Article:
Smiley & Smiley, LLP

Should you use a bike camera on your commute?

The streets of New York City are chaotic to say the least. Although roads in the city are primarily designed for use by cars, trucks and other motorized vehicles, pedestrians and bicyclists need to travel within this framework as well.

Unfortunately, NYC streets are often a hostile environment for people trying to pedal their way through the crowds, and bicycle accidents are common. Adding insult to injury is the fact that bicycle and pedestrian accidents are rarely given the kind of intensive and thorough investigations they deserve by law enforcement officer.

For all these reasons and more, a growing number of urban bicyclists are now investing in small video cameras that can easily be mounted to a helmet or a bike’s handlebars. The idea is that by recording their commutes every day, bicyclists may ultimately record the evidence they need to pursue either criminal charges or a personal injury lawsuit if they are seriously injured in a crash with a car or truck.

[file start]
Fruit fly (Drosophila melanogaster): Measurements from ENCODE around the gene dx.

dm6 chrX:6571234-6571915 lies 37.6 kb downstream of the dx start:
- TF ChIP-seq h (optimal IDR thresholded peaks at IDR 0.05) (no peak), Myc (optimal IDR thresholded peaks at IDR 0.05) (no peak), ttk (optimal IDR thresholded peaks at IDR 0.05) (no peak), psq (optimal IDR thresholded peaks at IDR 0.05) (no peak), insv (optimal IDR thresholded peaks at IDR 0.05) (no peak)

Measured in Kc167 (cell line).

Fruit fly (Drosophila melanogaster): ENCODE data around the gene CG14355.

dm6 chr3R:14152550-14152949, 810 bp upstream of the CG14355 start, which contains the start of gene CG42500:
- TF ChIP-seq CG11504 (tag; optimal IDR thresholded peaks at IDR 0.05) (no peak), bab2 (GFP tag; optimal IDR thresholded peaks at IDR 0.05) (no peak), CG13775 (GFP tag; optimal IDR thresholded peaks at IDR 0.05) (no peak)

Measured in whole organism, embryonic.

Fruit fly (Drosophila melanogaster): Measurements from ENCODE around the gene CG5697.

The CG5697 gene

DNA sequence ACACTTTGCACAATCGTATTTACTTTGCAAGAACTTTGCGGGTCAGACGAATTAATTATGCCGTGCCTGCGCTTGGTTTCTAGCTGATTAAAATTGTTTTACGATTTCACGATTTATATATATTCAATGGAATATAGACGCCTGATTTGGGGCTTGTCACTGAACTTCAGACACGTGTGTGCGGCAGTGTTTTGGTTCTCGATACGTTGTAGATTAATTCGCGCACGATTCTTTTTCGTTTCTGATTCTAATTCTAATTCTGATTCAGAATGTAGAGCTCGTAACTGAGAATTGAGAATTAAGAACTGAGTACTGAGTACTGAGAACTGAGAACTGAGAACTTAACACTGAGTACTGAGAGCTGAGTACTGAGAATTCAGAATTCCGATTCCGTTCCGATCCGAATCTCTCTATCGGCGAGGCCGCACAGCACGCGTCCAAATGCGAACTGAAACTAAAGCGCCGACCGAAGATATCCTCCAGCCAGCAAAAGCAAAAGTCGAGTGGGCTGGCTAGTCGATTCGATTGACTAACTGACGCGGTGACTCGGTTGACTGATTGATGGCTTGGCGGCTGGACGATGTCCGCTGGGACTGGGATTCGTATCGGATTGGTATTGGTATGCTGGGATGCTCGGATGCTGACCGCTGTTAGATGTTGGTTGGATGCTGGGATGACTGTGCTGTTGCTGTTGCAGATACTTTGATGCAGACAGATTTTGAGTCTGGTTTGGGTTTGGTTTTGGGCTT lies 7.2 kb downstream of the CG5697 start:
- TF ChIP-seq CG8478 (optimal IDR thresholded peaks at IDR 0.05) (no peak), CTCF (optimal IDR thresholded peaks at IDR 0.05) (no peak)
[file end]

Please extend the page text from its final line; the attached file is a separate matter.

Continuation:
Video technology continues to become more sophisticated and less expensive. As such, a reliable and lightweight camera can be found for between $100 and $300. In light of the safety benefits, the cost is well worth it for many bicyclists.

Whether it records the entire accident or just the license plate of a hit-and-run driver, the investment in a “bike cam” might just pay for itself. Don’t be surprised if these devices soon find their way onto the helmets of most serious bicyclists in New York City.

Source: Chicago Tribune, “Cyclists strapping on 'bike cams' for commutes,” Naheed Rajwani, Feb. 25, 2014

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